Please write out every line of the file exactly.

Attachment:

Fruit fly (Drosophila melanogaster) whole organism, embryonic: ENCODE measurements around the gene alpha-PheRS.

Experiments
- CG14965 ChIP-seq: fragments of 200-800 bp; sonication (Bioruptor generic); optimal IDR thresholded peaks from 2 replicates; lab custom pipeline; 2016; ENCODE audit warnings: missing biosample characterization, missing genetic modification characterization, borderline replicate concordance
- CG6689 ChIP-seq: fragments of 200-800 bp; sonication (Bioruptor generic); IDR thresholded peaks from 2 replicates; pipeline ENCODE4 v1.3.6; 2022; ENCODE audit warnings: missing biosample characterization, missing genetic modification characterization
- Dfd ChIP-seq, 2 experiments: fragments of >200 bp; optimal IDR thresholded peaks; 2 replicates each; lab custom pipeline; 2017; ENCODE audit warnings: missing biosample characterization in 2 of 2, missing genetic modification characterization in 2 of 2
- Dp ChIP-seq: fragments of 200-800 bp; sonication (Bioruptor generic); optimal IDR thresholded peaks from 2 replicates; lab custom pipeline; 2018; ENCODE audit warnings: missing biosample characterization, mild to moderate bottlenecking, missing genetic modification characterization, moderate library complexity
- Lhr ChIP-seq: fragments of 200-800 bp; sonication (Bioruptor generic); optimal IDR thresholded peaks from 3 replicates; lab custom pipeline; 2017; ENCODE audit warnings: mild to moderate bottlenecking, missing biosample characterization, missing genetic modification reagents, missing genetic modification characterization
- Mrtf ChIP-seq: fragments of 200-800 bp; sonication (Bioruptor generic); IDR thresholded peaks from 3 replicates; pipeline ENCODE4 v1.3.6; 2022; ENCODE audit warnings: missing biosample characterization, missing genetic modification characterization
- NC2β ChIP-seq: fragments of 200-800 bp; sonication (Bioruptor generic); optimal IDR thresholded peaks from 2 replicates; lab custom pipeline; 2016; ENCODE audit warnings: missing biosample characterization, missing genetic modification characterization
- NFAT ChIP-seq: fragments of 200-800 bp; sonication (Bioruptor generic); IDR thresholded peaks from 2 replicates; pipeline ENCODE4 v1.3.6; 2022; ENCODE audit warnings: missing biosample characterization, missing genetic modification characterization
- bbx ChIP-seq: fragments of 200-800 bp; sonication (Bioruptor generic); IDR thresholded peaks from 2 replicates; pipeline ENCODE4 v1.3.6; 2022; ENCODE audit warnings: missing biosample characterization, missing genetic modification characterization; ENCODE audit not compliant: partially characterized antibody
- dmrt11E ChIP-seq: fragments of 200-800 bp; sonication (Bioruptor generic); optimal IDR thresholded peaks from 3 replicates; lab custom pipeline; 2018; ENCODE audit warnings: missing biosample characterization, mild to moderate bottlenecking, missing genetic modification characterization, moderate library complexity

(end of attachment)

Fruit fly (Drosophila melanogaster) whole organism, embryonic: ENCODE measurements around the gene alpha-PheRS.

Experiments
- CG14965 ChIP-seq: fragments of 200-800 bp; sonication (Bioruptor generic); optimal IDR thresholded peaks from 2 replicates; lab custom pipeline; 2016; ENCODE audit warnings: missing biosample characterization, missing genetic modification characterization, borderline replicate concordance
- CG6689 ChIP-seq: fragments of 200-800 bp; sonication (Bioruptor generic); IDR thresholded peaks from 2 replicates; pipeline ENCODE4 v1.3.6; 2022; ENCODE audit warnings: missing biosample characterization, missing genetic modification characterization
- Dfd ChIP-seq, 2 experiments: fragments of >200 bp; optimal IDR thresholded peaks; 2 replicates each; lab custom pipeline; 2017; ENCODE audit warnings: missing biosample characterization in 2 of 2, missing genetic modification characterization in 2 of 2
- Dp ChIP-seq: fragments of 200-800 bp; sonication (Bioruptor generic); optimal IDR thresholded peaks from 2 replicates; lab custom pipeline; 2018; ENCODE audit warnings: missing biosample characterization, mild to moderate bottlenecking, missing genetic modification characterization, moderate library complexity
- Lhr ChIP-seq: fragments of 200-800 bp; sonication (Bioruptor generic); optimal IDR thresholded peaks from 3 replicates; lab custom pipeline; 2017; ENCODE audit warnings: mild to moderate bottlenecking, missing biosample characterization, missing genetic modification reagents, missing genetic modification characterization
- Mrtf ChIP-seq: fragments of 200-800 bp; sonication (Bioruptor generic); IDR thresholded peaks from 3 replicates; pipeline ENCODE4 v1.3.6; 2022; ENCODE audit warnings: missing biosample characterization, missing genetic modification characterization
- NC2β ChIP-seq: fragments of 200-800 bp; sonication (Bioruptor generic); optimal IDR thresholded peaks from 2 replicates; lab custom pipeline; 2016; ENCODE audit warnings: missing biosample characterization, missing genetic modification characterization
- NFAT ChIP-seq: fragments of 200-800 bp; sonication (Bioruptor generic); IDR thresholded peaks from 2 replicates; pipeline ENCODE4 v1.3.6; 2022; ENCODE audit warnings: missing biosample characterization, missing genetic modification characterization
- bbx ChIP-seq: fragments of 200-800 bp; sonication (Bioruptor generic); IDR thresholded peaks from 2 replicates; pipeline ENCODE4 v1.3.6; 2022; ENCODE audit warnings: missing biosample characterization, missing genetic modification characterization; ENCODE audit not compliant: partially characterized antibody
- dmrt11E ChIP-seq: fragments of 200-800 bp; sonication (Bioruptor generic); optimal IDR thresholded peaks from 3 replicates; lab custom pipeline; 2018; ENCODE audit warnings: missing biosample characterization, mild to moderate bottlenecking, missing genetic modification characterization, moderate library complexity